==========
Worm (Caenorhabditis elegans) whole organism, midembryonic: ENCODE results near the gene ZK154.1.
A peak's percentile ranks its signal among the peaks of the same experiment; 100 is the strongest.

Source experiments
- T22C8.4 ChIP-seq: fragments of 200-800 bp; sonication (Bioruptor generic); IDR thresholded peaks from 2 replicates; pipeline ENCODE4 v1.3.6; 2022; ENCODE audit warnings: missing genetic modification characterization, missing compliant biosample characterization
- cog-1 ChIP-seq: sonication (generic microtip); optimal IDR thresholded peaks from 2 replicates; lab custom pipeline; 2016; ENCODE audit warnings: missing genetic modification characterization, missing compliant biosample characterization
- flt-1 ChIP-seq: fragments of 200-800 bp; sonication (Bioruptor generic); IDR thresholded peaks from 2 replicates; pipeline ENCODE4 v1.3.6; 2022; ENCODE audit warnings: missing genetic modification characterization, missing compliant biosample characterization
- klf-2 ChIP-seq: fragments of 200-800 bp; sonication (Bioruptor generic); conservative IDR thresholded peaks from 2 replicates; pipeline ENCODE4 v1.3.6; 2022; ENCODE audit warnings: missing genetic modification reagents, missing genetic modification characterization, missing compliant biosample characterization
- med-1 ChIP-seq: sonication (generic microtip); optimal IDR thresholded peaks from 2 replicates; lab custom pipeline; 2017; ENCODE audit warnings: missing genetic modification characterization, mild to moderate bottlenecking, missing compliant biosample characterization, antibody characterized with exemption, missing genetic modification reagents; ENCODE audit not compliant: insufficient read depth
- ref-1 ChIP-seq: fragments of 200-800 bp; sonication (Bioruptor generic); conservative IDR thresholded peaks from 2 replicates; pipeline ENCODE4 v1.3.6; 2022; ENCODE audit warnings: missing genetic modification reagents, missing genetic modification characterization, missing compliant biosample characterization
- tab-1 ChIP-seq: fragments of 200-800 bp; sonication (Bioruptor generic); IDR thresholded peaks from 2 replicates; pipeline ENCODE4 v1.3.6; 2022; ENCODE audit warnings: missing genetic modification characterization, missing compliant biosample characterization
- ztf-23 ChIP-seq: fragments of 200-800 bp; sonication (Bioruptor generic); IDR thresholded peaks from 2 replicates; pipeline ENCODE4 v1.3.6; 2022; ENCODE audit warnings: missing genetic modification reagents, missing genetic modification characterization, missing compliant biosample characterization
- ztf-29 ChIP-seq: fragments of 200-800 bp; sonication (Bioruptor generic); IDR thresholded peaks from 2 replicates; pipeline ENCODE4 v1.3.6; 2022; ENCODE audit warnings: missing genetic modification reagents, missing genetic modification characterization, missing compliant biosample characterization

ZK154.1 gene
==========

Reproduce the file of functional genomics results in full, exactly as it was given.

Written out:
Worm (Caenorhabditis elegans) whole organism, midembryonic: ENCODE results near the gene ZK154.1.
A peak's percentile ranks its signal among the peaks of the same experiment; 100 is the strongest.

Source experiments
- T22C8.4 ChIP-seq: fragments of 200-800 bp; sonication (Bioruptor generic); IDR thresholded peaks from 2 replicates; pipeline ENCODE4 v1.3.6; 2022; ENCODE audit warnings: missing genetic modification characterization, missing compliant biosample characterization
- cog-1 ChIP-seq: sonication (generic microtip); optimal IDR thresholded peaks from 2 replicates; lab custom pipeline; 2016; ENCODE audit warnings: missing genetic modification characterization, missing compliant biosample characterization
- flt-1 ChIP-seq: fragments of 200-800 bp; sonication (Bioruptor generic); IDR thresholded peaks from 2 replicates; pipeline ENCODE4 v1.3.6; 2022; ENCODE audit warnings: missing genetic modification characterization, missing compliant biosample characterization
- klf-2 ChIP-seq: fragments of 200-800 bp; sonication (Bioruptor generic); conservative IDR thresholded peaks from 2 replicates; pipeline ENCODE4 v1.3.6; 2022; ENCODE audit warnings: missing genetic modification reagents, missing genetic modification characterization, missing compliant biosample characterization
- med-1 ChIP-seq: sonication (generic microtip); optimal IDR thresholded peaks from 2 replicates; lab custom pipeline; 2017; ENCODE audit warnings: missing genetic modification characterization, mild to moderate bottlenecking, missing compliant biosample characterization, antibody characterized with exemption, missing genetic modification reagents; ENCODE audit not compliant: insufficient read depth
- ref-1 ChIP-seq: fragments of 200-800 bp; sonication (Bioruptor generic); conservative IDR thresholded peaks from 2 replicates; pipeline ENCODE4 v1.3.6; 2022; ENCODE audit warnings: missing genetic modification reagents, missing genetic modification characterization, missing compliant biosample characterization
- tab-1 ChIP-seq: fragments of 200-800 bp; sonication (Bioruptor generic); IDR thresholded peaks from 2 replicates; pipeline ENCODE4 v1.3.6; 2022; ENCODE audit warnings: missing genetic modification characterization, missing compliant biosample characterization
- ztf-23 ChIP-seq: fragments of 200-800 bp; sonication (Bioruptor generic); IDR thresholded peaks from 2 replicates; pipeline ENCODE4 v1.3.6; 2022; ENCODE audit warnings: missing genetic modification reagents, missing genetic modification characterization, missing compliant biosample characterization
- ztf-29 ChIP-seq: fragments of 200-800 bp; sonication (Bioruptor generic); IDR thresholded peaks from 2 replicates; pipeline ENCODE4 v1.3.6; 2022; ENCODE audit warnings: missing genetic modification reagents, missing genetic modification characterization, missing compliant biosample characterization

ZK154.1 gene